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Simple Rules To Be Observed In Making Nice Cake Cooking Recipe

Below is the quick and easy cooking recipe for Rules To Be Observed In Making Nice Cake.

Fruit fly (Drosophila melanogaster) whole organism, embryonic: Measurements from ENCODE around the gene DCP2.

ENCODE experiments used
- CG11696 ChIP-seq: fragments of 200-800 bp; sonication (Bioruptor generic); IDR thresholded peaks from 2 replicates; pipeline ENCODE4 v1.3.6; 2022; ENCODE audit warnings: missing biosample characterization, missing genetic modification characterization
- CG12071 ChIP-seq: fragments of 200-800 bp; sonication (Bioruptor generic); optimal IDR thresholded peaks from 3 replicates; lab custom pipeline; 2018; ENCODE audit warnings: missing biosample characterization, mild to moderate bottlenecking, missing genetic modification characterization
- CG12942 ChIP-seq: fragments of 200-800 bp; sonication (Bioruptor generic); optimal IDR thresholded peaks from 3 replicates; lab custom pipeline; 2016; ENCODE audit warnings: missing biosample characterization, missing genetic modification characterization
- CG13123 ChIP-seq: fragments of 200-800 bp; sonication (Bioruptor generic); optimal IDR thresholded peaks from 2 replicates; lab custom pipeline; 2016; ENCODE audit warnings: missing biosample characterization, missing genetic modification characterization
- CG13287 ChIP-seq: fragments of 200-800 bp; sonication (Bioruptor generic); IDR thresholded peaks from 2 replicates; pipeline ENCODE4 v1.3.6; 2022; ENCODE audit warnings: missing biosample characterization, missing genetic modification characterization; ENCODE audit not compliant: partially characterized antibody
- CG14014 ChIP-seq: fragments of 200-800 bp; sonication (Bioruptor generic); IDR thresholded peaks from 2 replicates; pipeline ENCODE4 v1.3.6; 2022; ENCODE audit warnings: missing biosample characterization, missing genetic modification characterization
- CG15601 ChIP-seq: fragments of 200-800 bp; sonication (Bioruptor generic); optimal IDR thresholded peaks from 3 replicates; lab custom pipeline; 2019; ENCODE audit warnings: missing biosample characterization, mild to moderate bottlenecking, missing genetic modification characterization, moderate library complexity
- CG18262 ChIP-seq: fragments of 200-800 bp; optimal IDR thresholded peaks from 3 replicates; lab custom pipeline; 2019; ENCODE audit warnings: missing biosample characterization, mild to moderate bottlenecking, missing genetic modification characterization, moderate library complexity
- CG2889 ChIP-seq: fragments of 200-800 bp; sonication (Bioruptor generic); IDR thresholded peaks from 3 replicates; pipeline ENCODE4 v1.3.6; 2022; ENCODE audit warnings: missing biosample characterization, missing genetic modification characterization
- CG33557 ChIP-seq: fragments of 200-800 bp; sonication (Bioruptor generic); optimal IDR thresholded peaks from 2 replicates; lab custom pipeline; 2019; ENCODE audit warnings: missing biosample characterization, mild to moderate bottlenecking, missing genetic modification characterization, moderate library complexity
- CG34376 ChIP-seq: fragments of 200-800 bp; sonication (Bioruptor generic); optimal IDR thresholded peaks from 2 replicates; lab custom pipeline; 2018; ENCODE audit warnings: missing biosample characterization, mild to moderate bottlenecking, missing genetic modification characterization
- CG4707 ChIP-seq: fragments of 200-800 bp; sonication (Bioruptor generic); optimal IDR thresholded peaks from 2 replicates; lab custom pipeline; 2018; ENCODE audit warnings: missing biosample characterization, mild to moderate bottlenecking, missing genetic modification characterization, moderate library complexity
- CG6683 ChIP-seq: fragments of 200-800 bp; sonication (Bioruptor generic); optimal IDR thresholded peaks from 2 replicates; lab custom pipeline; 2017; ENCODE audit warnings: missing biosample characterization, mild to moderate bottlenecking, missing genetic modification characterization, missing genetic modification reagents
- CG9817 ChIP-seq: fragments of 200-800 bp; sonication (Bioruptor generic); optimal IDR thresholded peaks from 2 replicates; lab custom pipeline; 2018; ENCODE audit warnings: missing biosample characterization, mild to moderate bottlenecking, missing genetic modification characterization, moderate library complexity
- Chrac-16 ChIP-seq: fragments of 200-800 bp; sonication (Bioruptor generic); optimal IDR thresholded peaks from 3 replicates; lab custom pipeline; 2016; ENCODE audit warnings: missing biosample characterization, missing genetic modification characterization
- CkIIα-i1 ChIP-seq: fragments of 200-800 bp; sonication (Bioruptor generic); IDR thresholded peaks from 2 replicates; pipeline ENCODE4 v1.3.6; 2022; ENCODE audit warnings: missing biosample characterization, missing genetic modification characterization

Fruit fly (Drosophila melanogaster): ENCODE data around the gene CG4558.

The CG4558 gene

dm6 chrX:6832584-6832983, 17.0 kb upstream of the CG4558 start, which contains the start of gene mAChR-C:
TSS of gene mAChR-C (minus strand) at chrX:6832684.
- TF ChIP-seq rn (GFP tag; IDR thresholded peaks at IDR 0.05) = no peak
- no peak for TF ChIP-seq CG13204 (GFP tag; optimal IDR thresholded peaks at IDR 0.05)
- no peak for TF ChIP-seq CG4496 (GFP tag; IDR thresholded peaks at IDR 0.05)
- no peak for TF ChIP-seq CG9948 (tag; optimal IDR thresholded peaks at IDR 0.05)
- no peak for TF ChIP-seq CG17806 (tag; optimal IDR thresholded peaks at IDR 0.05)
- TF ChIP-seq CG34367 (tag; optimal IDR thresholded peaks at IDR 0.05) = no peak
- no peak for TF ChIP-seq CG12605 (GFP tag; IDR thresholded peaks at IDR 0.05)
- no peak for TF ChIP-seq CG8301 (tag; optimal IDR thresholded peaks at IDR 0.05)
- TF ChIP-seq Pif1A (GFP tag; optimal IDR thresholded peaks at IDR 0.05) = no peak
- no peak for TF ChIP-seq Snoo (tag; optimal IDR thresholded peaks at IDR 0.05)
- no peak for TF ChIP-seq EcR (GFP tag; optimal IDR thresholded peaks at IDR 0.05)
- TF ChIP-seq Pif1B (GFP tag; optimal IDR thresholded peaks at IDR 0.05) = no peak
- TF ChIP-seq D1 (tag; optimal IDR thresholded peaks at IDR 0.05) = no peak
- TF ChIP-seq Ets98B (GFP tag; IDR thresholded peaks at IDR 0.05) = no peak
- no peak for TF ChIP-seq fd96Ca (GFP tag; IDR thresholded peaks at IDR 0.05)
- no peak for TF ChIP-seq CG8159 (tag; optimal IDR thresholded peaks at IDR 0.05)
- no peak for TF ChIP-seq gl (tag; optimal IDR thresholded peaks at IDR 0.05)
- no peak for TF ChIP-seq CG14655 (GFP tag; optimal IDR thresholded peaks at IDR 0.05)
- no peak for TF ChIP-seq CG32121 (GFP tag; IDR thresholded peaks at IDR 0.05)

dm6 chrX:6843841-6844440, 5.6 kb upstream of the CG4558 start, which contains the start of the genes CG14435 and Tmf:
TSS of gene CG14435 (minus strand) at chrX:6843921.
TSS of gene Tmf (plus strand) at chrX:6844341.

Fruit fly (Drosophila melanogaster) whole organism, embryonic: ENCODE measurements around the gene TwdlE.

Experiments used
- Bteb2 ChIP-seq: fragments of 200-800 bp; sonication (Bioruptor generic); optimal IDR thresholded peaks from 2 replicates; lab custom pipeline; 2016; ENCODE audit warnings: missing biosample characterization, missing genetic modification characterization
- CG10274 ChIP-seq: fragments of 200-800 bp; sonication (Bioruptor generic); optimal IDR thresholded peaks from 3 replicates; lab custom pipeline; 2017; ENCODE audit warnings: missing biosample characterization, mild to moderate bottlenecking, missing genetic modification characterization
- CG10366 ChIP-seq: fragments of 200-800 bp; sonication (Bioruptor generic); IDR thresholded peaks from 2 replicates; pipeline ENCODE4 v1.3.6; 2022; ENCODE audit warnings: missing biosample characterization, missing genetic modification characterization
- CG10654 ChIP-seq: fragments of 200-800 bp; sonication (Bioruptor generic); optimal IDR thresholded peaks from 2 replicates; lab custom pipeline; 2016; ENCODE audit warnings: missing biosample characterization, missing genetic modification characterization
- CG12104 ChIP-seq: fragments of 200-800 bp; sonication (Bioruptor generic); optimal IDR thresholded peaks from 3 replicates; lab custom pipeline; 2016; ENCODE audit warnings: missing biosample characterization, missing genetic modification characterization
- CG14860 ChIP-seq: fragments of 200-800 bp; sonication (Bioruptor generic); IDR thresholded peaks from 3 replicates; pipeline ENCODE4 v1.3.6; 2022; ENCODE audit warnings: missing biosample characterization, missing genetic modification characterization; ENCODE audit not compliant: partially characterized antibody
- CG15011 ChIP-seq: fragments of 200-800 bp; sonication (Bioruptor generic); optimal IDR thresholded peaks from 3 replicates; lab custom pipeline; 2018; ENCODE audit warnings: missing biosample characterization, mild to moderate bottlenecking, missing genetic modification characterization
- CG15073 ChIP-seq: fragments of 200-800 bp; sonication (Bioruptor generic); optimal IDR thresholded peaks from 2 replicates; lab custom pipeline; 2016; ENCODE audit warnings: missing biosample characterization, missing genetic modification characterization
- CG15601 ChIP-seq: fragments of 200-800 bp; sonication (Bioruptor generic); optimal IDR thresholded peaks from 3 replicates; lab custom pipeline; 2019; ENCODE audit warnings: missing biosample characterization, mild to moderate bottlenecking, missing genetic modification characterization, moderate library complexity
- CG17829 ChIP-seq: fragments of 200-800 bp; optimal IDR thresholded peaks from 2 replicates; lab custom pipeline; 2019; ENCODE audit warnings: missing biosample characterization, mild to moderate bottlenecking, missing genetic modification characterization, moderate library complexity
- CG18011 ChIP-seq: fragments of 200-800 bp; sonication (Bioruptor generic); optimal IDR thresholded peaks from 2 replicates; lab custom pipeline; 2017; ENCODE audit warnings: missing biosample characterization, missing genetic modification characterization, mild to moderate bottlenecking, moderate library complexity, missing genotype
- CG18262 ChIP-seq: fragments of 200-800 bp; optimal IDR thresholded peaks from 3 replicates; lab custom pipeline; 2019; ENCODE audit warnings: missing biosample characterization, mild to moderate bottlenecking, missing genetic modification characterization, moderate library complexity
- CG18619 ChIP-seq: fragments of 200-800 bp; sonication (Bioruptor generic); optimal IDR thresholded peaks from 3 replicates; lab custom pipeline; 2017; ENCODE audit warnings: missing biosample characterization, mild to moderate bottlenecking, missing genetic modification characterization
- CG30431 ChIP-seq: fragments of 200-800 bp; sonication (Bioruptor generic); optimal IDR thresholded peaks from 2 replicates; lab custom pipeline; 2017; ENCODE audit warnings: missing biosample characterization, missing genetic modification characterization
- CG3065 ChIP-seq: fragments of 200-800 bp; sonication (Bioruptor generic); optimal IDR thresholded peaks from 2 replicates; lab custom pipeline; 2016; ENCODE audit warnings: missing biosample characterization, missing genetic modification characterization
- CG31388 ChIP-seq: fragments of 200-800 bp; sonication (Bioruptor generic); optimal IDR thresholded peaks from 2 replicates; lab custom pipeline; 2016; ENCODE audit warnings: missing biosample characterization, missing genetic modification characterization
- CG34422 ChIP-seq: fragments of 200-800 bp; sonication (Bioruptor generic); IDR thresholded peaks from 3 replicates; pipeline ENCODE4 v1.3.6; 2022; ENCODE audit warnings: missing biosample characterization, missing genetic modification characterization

Cake, to be good, must be made of nice materials. The butter, eggs, and flour, should not be stale, and the sugar should be of a light color, and dry. Brown sugar answers very well for most kinds of cake, if rolled free from lumps, and stirred to a cream with the butter. The flour should be sifted, and if damp, dried perfectly, otherwise it will make the cake heavy. The eggs should be beaten to a froth; and the cake will be more delicate if the yelks and whites are beaten separately. Saleratus and soda should be perfectly dissolved, and strained before they are stirred into the cake. Raisins for cake should have the seeds taken out. Zante currants should be rinsed in several waters to cleanse them, rubbed in a dry cloth to get out the sticks, and then spread on platters, and dried perfectly, before they are put into the cake. Almonds should be blanched, which is done by turning boiling water on them, and letting them remain in it till the skins will rub off easily. When blanched, dry them, then pound them fine, with rosewater, to prevent their oiling. When the weather is cold, the materials for cake should be moderately warmed, before mixing them together. All kinds of cake that are made without yeast are better for being stirred, till just before they are baked. The butter and sugar should be stirred together till white, then the eggs, flour, and spice, added. Saleratus and cream should not be put in till just before the cake is baked—add the fruit last. Butter the cake pans well. The cake will be less liable to burn if the pans are lined with white buttered paper. The cake should not be moved while baking if it can be avoided, as moving it is apt to make it heavy. The quicker most kinds of cake are baked, the lighter and better they will be. But the oven should not be of such a furious heat as to burn them. It is impossible to give any exact rules as to the time to be allowed for baking various kinds of cake, as so much depends on the heat of the oven. It should be narrowly watched while in the oven, and if it browns too fast, it should be covered with a thick paper. To ascertain when rich cake is sufficiently baked, stick a clean broom splinter through the thickest part of the loaf—if none of the cake adheres to the splinter, it is sufficiently baked. When cake that is baked on flat tins moves easily on them, it is sufficiently baked.


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